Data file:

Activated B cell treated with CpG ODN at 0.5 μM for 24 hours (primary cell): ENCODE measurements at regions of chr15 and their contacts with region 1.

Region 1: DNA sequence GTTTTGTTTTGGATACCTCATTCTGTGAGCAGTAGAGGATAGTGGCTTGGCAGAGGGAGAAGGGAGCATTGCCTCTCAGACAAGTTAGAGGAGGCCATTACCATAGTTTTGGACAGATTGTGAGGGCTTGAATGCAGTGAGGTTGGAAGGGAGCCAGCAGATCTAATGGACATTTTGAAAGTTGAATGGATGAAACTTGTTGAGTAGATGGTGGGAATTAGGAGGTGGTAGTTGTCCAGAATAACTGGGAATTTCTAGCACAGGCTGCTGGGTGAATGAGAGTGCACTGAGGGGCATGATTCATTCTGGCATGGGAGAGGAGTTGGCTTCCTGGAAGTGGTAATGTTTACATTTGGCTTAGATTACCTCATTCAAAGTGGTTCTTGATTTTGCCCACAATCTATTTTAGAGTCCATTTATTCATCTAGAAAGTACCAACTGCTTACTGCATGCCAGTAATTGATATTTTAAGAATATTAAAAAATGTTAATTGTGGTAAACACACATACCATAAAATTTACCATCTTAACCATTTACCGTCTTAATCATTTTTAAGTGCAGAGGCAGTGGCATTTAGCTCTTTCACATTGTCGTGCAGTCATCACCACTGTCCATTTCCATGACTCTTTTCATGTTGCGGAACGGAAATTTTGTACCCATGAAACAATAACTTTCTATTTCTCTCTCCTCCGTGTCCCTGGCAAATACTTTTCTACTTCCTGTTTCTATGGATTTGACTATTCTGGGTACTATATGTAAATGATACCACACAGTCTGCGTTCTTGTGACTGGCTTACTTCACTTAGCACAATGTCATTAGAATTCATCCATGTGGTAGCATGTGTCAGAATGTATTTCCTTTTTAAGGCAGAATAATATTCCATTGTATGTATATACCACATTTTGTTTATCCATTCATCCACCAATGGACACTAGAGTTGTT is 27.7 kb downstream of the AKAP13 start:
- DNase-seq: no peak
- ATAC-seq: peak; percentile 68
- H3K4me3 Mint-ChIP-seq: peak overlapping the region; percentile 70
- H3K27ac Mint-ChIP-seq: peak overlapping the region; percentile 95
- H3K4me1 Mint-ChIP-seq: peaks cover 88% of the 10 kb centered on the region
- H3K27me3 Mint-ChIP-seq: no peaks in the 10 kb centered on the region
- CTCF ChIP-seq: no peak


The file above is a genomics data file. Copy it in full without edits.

Activated B cell treated with CpG ODN at 0.5 μM for 24 hours (primary cell): ENCODE measurements at regions of chr15 and their contacts with region 1.

Region 1: DNA sequence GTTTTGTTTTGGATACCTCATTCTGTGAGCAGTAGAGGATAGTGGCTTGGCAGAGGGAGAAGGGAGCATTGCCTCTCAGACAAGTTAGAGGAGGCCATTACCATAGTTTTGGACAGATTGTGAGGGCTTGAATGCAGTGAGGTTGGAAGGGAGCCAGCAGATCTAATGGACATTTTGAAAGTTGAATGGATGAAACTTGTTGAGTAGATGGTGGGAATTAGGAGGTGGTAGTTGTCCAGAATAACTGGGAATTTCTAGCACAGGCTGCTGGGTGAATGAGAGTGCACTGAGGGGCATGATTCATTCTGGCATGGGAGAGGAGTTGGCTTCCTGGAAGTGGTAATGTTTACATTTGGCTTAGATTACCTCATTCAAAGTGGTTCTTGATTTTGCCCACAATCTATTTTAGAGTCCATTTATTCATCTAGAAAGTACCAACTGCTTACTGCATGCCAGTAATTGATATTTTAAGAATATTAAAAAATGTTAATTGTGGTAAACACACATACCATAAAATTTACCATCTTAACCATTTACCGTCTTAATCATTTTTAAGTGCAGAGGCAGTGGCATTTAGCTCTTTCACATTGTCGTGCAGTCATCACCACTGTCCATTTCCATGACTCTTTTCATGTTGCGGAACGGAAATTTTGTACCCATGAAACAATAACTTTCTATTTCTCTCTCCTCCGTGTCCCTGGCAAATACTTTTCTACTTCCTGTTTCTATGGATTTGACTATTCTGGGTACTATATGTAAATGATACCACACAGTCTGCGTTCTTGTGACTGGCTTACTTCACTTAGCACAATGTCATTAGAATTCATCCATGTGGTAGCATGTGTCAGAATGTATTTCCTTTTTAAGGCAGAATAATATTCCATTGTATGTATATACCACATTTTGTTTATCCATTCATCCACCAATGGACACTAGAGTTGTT is 27.7 kb downstream of the AKAP13 start:
- DNase-seq: no peak
- ATAC-seq: peak; percentile 68
- H3K4me3 Mint-ChIP-seq: peak overlapping the region; percentile 70
- H3K27ac Mint-ChIP-seq: peak overlapping the region; percentile 95
- H3K4me1 Mint-ChIP-seq: peaks cover 88% of the 10 kb centered on the region
- H3K27me3 Mint-ChIP-seq: no peaks in the 10 kb centered on the region
- CTCF ChIP-seq: no peak